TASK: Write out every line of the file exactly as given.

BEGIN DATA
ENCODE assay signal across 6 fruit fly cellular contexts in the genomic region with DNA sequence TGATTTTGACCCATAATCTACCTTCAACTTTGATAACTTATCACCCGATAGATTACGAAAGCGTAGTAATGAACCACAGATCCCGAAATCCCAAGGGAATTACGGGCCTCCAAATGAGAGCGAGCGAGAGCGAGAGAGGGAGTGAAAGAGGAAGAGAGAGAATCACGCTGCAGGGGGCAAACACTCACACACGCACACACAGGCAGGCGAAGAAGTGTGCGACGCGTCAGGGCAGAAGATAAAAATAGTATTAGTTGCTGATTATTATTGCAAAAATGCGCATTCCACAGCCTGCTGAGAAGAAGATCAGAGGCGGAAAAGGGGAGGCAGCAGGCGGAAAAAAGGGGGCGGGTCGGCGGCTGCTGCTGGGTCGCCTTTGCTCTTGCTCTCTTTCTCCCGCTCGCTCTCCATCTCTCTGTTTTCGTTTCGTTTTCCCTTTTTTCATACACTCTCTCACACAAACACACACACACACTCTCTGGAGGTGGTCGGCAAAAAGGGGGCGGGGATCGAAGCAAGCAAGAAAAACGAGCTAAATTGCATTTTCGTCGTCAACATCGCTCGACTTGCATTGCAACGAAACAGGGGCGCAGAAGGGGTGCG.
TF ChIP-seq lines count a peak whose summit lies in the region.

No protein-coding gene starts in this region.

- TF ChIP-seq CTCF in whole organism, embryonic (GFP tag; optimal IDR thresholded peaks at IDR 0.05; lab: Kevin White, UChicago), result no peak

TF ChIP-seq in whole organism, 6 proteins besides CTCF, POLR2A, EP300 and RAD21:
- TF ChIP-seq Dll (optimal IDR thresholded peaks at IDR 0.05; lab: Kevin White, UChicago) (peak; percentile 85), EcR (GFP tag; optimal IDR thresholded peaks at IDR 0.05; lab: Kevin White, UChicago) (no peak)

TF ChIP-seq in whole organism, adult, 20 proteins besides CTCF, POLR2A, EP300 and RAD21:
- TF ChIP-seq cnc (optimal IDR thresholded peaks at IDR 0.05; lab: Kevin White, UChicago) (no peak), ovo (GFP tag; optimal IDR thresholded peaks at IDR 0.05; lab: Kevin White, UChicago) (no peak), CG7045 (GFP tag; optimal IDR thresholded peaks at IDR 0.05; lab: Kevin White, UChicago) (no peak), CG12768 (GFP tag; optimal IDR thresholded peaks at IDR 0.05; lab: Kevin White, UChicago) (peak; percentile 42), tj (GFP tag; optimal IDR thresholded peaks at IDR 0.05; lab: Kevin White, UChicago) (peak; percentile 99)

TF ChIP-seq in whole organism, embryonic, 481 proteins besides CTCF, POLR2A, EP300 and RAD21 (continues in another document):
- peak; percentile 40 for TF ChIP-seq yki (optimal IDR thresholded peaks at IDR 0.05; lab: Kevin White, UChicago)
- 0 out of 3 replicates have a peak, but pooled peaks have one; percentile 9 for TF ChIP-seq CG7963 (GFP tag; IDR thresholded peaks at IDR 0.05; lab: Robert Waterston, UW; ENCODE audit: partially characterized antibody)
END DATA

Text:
ENCODE assay signal across 6 fruit fly cellular contexts in the genomic region with DNA sequence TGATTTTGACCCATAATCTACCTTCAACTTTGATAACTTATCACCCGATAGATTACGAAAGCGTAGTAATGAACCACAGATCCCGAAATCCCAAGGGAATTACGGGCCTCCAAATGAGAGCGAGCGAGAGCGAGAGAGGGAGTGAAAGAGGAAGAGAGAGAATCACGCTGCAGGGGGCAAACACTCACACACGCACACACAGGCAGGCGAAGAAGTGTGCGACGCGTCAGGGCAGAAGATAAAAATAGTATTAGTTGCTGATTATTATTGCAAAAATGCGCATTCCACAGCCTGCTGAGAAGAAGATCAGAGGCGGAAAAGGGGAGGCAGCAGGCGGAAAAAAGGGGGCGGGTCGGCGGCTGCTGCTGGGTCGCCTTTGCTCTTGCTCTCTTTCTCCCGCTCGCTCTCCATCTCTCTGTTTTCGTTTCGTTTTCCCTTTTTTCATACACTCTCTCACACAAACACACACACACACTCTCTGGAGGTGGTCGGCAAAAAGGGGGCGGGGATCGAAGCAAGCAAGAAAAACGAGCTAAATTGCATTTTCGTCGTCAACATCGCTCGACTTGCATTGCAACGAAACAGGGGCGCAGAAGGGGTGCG.
TF ChIP-seq lines count a peak whose summit lies in the region.

No protein-coding gene starts in this region.

- TF ChIP-seq CTCF in whole organism, embryonic (GFP tag; optimal IDR thresholded peaks at IDR 0.05; lab: Kevin White, UChicago), result no peak

TF ChIP-seq in whole organism, 6 proteins besides CTCF, POLR2A, EP300 and RAD21:
- TF ChIP-seq Dll (optimal IDR thresholded peaks at IDR 0.05; lab: Kevin White, UChicago) (peak; percentile 85), EcR (GFP tag; optimal IDR thresholded peaks at IDR 0.05; lab: Kevin White, UChicago) (no peak)

TF ChIP-seq in whole organism, adult, 20 proteins besides CTCF, POLR2A, EP300 and RAD21:
- TF ChIP-seq cnc (optimal IDR thresholded peaks at IDR 0.05; lab: Kevin White, UChicago) (no peak), ovo (GFP tag; optimal IDR thresholded peaks at IDR 0.05; lab: Kevin White, UChicago) (no peak), CG7045 (GFP tag; optimal IDR thresholded peaks at IDR 0.05; lab: Kevin White, UChicago) (no peak), CG12768 (GFP tag; optimal IDR thresholded peaks at IDR 0.05; lab: Kevin White, UChicago) (peak; percentile 42), tj (GFP tag; optimal IDR thresholded peaks at IDR 0.05; lab: Kevin White, UChicago) (peak; percentile 99)

TF ChIP-seq in whole organism, embryonic, 481 proteins besides CTCF, POLR2A, EP300 and RAD21 (continues in another document):
- peak; percentile 40 for TF ChIP-seq yki (optimal IDR thresholded peaks at IDR 0.05; lab: Kevin White, UChicago)
- 0 out of 3 replicates have a peak, but pooled peaks have one; percentile 9 for TF ChIP-seq CG7963 (GFP tag; IDR thresholded peaks at IDR 0.05; lab: Robert Waterston, UW; ENCODE audit: partially characterized antibody)